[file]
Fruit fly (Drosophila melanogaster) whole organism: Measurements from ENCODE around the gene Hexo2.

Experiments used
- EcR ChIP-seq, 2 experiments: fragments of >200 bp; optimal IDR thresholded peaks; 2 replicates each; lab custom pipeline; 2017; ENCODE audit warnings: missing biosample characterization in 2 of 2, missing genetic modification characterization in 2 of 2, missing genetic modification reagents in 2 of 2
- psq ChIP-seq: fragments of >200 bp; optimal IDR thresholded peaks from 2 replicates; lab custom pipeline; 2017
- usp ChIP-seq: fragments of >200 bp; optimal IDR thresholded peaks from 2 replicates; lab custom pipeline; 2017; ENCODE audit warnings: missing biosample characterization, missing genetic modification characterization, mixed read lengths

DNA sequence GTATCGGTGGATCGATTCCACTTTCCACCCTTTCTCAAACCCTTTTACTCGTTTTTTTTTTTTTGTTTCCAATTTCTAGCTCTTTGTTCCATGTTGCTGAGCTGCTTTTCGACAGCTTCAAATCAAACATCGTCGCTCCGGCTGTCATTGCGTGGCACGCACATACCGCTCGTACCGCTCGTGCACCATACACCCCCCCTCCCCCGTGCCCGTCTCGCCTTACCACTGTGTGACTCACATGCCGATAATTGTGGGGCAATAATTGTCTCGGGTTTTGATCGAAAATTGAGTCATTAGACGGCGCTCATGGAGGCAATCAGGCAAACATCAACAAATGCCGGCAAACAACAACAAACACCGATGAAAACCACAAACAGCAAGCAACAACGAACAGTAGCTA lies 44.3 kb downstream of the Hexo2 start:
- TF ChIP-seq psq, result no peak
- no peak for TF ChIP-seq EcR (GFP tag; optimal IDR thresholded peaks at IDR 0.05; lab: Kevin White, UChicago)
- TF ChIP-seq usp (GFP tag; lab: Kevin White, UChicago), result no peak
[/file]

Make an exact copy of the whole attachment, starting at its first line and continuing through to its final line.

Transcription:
Fruit fly (Drosophila melanogaster) whole organism: Measurements from ENCODE around the gene Hexo2.

Experiments used
- EcR ChIP-seq, 2 experiments: fragments of >200 bp; optimal IDR thresholded peaks; 2 replicates each; lab custom pipeline; 2017; ENCODE audit warnings: missing biosample characterization in 2 of 2, missing genetic modification characterization in 2 of 2, missing genetic modification reagents in 2 of 2
- psq ChIP-seq: fragments of >200 bp; optimal IDR thresholded peaks from 2 replicates; lab custom pipeline; 2017
- usp ChIP-seq: fragments of >200 bp; optimal IDR thresholded peaks from 2 replicates; lab custom pipeline; 2017; ENCODE audit warnings: missing biosample characterization, missing genetic modification characterization, mixed read lengths

DNA sequence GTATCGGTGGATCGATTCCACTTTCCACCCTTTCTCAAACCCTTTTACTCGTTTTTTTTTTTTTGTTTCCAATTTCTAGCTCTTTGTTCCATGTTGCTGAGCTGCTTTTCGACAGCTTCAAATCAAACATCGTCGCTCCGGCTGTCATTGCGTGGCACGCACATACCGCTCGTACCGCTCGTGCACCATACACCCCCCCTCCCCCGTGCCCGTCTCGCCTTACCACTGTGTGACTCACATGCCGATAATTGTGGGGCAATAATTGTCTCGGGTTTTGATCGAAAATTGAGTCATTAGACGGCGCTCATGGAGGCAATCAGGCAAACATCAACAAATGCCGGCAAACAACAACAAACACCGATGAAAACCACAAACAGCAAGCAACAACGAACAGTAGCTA lies 44.3 kb downstream of the Hexo2 start:
- TF ChIP-seq psq, result no peak
- no peak for TF ChIP-seq EcR (GFP tag; optimal IDR thresholded peaks at IDR 0.05; lab: Kevin White, UChicago)
- TF ChIP-seq usp (GFP tag; lab: Kevin White, UChicago), result no peak